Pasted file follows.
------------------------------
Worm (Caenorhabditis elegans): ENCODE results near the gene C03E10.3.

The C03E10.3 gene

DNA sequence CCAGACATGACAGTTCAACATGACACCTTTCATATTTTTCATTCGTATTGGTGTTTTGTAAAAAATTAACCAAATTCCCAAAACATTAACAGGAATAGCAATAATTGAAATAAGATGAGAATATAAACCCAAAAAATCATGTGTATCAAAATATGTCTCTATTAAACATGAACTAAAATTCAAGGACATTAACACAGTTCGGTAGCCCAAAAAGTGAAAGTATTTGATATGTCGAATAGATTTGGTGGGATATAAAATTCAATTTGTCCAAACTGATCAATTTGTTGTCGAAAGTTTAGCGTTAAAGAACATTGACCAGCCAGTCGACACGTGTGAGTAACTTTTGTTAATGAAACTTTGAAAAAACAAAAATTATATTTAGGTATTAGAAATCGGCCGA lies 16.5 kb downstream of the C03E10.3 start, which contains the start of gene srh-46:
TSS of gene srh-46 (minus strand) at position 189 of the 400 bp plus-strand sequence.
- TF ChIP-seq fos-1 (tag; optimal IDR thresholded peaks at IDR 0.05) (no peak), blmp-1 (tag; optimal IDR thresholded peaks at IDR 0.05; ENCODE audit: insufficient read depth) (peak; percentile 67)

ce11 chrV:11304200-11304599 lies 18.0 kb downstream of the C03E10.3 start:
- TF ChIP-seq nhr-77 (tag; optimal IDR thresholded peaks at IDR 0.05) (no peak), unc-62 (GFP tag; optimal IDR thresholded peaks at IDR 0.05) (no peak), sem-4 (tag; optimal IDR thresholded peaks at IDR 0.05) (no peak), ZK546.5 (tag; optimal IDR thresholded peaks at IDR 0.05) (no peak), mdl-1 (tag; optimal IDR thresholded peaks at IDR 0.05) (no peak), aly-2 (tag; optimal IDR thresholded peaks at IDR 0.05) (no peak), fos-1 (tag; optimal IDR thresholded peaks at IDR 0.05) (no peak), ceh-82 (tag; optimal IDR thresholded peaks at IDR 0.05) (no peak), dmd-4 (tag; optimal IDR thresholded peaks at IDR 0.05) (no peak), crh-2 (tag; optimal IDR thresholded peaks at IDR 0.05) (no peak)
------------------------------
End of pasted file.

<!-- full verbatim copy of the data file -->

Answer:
Worm (Caenorhabditis elegans): ENCODE results near the gene C03E10.3.

The C03E10.3 gene

DNA sequence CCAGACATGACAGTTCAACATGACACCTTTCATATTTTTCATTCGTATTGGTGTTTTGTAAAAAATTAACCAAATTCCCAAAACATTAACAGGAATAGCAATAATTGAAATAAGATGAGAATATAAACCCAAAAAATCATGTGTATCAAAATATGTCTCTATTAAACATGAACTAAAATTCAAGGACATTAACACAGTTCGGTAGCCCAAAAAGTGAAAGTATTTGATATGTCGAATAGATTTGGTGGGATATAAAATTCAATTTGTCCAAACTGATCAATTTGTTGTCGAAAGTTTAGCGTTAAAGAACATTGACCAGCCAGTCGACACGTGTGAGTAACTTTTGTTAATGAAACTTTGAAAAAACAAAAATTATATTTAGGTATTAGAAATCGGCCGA lies 16.5 kb downstream of the C03E10.3 start, which contains the start of gene srh-46:
TSS of gene srh-46 (minus strand) at position 189 of the 400 bp plus-strand sequence.
- TF ChIP-seq fos-1 (tag; optimal IDR thresholded peaks at IDR 0.05) (no peak), blmp-1 (tag; optimal IDR thresholded peaks at IDR 0.05; ENCODE audit: insufficient read depth) (peak; percentile 67)

ce11 chrV:11304200-11304599 lies 18.0 kb downstream of the C03E10.3 start:
- TF ChIP-seq nhr-77 (tag; optimal IDR thresholded peaks at IDR 0.05) (no peak), unc-62 (GFP tag; optimal IDR thresholded peaks at IDR 0.05) (no peak), sem-4 (tag; optimal IDR thresholded peaks at IDR 0.05) (no peak), ZK546.5 (tag; optimal IDR thresholded peaks at IDR 0.05) (no peak), mdl-1 (tag; optimal IDR thresholded peaks at IDR 0.05) (no peak), aly-2 (tag; optimal IDR thresholded peaks at IDR 0.05) (no peak), fos-1 (tag; optimal IDR thresholded peaks at IDR 0.05) (no peak), ceh-82 (tag; optimal IDR thresholded peaks at IDR 0.05) (no peak), dmd-4 (tag; optimal IDR thresholded peaks at IDR 0.05) (no peak), crh-2 (tag; optimal IDR thresholded peaks at IDR 0.05) (no peak)